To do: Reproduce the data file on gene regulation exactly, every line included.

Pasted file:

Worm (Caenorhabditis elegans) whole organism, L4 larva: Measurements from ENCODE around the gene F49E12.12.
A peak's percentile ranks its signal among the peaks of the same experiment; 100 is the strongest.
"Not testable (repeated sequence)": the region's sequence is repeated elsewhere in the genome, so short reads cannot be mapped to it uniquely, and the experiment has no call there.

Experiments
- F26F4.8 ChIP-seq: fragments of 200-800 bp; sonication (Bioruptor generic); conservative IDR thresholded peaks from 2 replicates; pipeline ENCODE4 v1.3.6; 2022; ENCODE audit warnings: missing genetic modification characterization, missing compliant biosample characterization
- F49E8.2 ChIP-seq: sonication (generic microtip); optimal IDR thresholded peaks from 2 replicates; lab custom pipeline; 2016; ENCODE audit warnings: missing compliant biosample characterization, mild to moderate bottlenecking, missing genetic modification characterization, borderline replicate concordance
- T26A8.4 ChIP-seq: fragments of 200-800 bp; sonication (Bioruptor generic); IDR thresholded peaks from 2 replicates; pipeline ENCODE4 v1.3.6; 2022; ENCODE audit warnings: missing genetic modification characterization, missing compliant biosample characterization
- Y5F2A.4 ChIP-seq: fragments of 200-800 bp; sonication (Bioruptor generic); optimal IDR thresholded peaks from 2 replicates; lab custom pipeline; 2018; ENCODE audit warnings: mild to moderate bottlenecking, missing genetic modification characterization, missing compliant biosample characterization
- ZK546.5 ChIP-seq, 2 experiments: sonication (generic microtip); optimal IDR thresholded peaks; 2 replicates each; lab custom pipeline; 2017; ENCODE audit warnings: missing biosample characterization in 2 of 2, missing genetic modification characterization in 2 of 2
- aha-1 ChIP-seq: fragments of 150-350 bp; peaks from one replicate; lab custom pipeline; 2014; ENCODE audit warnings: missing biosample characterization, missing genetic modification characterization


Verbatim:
Worm (Caenorhabditis elegans) whole organism, L4 larva: Measurements from ENCODE around the gene F49E12.12.
A peak's percentile ranks its signal among the peaks of the same experiment; 100 is the strongest.
"Not testable (repeated sequence)": the region's sequence is repeated elsewhere in the genome, so short reads cannot be mapped to it uniquely, and the experiment has no call there.

Experiments
- F26F4.8 ChIP-seq: fragments of 200-800 bp; sonication (Bioruptor generic); conservative IDR thresholded peaks from 2 replicates; pipeline ENCODE4 v1.3.6; 2022; ENCODE audit warnings: missing genetic modification characterization, missing compliant biosample characterization
- F49E8.2 ChIP-seq: sonication (generic microtip); optimal IDR thresholded peaks from 2 replicates; lab custom pipeline; 2016; ENCODE audit warnings: missing compliant biosample characterization, mild to moderate bottlenecking, missing genetic modification characterization, borderline replicate concordance
- T26A8.4 ChIP-seq: fragments of 200-800 bp; sonication (Bioruptor generic); IDR thresholded peaks from 2 replicates; pipeline ENCODE4 v1.3.6; 2022; ENCODE audit warnings: missing genetic modification characterization, missing compliant biosample characterization
- Y5F2A.4 ChIP-seq: fragments of 200-800 bp; sonication (Bioruptor generic); optimal IDR thresholded peaks from 2 replicates; lab custom pipeline; 2018; ENCODE audit warnings: mild to moderate bottlenecking, missing genetic modification characterization, missing compliant biosample characterization
- ZK546.5 ChIP-seq, 2 experiments: sonication (generic microtip); optimal IDR thresholded peaks; 2 replicates each; lab custom pipeline; 2017; ENCODE audit warnings: missing biosample characterization in 2 of 2, missing genetic modification characterization in 2 of 2
- aha-1 ChIP-seq: fragments of 150-350 bp; peaks from one replicate; lab custom pipeline; 2014; ENCODE audit warnings: missing biosample characterization, missing genetic modification characterization